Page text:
Posted: 10th July 2014 | Written by: Isobel Odendaal
One thing I am very serious about when I teach the steward/esses at my school, is a more natural approach when it comes to cleaning and cleaning products.
Healthier contents of your cleaning caddies mean healthier stews and a healthier ocean.
It is naïve to think that strong, chemically laden cleaning products will do a better job cleaning the interior of the yacht.
Perhaps bio-degradable cleaning products are more expensive, but when you consider that your own health is at stake, wouldn’t a few cents added to the bill be worth it? Also, some of these natural products are indeed way cheaper than chemicals. Sometimes, you can even find the product already on the yacht, like vinegar, old soap bars, corn flour and vinegar.
One very serious pollutant of our oceans is something we use on a daily basis and purchase almost by the barrel full… Laundry detergent! Many countries have started banning the use of chemicals such as sodium triphosphate, nonylphenol ethoxylate and other phosphates in laundry detergent and other cleaning products, but it is important to check your laundry detergent for dangerous chemicals.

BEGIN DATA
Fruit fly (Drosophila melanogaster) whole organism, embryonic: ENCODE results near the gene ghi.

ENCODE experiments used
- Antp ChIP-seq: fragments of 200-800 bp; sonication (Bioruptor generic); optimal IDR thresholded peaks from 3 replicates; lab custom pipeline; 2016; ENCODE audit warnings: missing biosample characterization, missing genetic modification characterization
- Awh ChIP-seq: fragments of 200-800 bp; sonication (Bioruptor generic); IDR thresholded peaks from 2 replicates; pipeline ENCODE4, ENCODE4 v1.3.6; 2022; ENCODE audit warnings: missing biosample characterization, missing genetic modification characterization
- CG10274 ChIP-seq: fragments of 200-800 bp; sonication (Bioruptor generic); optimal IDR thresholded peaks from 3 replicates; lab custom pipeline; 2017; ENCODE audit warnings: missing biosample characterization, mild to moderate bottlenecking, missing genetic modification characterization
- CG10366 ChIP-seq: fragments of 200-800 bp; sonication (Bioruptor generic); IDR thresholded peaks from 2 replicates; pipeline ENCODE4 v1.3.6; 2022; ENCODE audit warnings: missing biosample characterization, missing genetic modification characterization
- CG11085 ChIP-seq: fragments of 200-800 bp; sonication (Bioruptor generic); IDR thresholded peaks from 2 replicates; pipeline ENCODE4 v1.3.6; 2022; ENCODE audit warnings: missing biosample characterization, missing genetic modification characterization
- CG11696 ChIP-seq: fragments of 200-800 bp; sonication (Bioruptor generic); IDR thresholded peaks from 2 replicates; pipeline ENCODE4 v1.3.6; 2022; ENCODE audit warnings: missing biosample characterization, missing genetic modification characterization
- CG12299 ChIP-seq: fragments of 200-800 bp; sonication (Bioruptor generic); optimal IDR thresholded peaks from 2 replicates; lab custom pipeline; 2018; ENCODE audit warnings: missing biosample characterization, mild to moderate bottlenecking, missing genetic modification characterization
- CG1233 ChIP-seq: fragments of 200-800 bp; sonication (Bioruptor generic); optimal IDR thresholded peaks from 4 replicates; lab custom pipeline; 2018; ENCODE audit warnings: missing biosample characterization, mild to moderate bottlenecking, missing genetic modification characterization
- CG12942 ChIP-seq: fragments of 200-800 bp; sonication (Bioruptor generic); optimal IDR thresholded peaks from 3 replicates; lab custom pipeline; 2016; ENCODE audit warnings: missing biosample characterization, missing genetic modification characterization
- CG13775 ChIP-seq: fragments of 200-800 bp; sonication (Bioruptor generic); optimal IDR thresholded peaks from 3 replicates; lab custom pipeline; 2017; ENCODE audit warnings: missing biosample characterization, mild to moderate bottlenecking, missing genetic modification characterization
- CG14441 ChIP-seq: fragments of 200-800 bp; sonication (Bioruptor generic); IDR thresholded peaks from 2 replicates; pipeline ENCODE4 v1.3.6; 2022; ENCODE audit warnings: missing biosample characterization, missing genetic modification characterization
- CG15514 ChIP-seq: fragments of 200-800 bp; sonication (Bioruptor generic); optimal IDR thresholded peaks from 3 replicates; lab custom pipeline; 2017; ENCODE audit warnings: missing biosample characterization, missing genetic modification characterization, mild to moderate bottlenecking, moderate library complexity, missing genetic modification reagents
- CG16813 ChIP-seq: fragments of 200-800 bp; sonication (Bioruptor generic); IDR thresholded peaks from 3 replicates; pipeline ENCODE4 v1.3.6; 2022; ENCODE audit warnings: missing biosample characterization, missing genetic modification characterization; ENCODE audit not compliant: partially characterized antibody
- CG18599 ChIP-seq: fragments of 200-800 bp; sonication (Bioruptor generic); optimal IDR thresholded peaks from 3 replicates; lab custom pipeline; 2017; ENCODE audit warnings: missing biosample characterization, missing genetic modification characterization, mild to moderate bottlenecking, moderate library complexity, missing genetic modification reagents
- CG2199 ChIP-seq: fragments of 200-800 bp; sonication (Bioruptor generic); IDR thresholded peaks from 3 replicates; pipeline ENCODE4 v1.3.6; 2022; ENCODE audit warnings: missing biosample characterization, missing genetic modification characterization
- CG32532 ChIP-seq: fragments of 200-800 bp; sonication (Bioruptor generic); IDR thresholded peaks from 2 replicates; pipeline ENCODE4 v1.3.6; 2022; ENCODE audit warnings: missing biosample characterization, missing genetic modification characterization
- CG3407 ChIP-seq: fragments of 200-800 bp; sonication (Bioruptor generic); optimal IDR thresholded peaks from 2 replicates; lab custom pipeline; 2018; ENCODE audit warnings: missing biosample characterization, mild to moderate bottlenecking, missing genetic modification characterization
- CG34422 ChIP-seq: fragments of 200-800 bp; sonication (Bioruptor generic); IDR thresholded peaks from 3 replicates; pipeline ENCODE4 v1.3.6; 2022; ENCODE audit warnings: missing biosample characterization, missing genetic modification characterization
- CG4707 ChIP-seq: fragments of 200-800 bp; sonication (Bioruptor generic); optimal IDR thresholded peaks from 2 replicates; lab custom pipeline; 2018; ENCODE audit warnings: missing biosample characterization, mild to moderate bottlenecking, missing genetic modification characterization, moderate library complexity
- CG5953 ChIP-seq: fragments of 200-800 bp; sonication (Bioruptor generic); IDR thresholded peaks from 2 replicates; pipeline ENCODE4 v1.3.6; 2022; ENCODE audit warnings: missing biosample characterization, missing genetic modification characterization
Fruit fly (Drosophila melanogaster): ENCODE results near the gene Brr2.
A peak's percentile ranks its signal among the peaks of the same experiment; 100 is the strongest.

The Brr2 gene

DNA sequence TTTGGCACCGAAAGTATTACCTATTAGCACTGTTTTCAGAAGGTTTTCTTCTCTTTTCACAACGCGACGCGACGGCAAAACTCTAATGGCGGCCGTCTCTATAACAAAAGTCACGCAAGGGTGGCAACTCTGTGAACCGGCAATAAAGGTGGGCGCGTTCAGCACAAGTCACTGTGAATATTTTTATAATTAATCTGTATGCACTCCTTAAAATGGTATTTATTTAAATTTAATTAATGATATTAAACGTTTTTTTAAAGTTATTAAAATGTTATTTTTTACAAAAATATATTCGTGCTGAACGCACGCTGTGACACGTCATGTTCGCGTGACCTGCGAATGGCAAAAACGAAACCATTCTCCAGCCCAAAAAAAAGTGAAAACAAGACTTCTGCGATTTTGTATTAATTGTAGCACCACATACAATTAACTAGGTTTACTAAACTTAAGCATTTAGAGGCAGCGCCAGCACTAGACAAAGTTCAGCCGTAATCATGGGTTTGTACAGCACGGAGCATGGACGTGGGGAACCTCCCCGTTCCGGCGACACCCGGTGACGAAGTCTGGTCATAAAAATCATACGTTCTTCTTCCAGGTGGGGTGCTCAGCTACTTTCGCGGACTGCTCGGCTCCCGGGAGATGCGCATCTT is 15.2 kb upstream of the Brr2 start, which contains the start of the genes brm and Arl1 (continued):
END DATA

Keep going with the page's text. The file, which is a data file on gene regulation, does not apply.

If possible and if the budget allows, seriously consider replacing your regular laundry detergent with a biodegradable brand, such as Biokleen Free & Clear Laundry Liquid, Earth Friendly Products Ultra ECOS Free and Clear All Natural Laundry Detergent, Mountain Green Skin Sensitive Free & Clear All Natural Ultra Laundry Detergent, Seventh Generation Free & Clear Natural Laundry Detergent.
Here is what my research has shown:
“A more profound problem arises from the heavy use of sodium triphosphate, which can comprise up to 50% by weight of detergents. The discharge of soluble phosphates into natural waters has led to problems with eutrophication, or the growth of living things, of lakes and streams. With respect to the phosphate additives, between 1940 and 1970 "the amount of phosphates in city wastewater increased from 20,000 to 150,000 tons per year." With an increase in phosphates, especially in the absence of species feeding upon algae, algal blooms grow splendidly on the excess phosphorus and can produce toxins, killing fish, dolphins and plants. They can also indirectly cause oxygen depletion at greater depths, through microbial breakdown of dead algal cells.”
Following is a collection of natural cleaning products that are useful on the interior: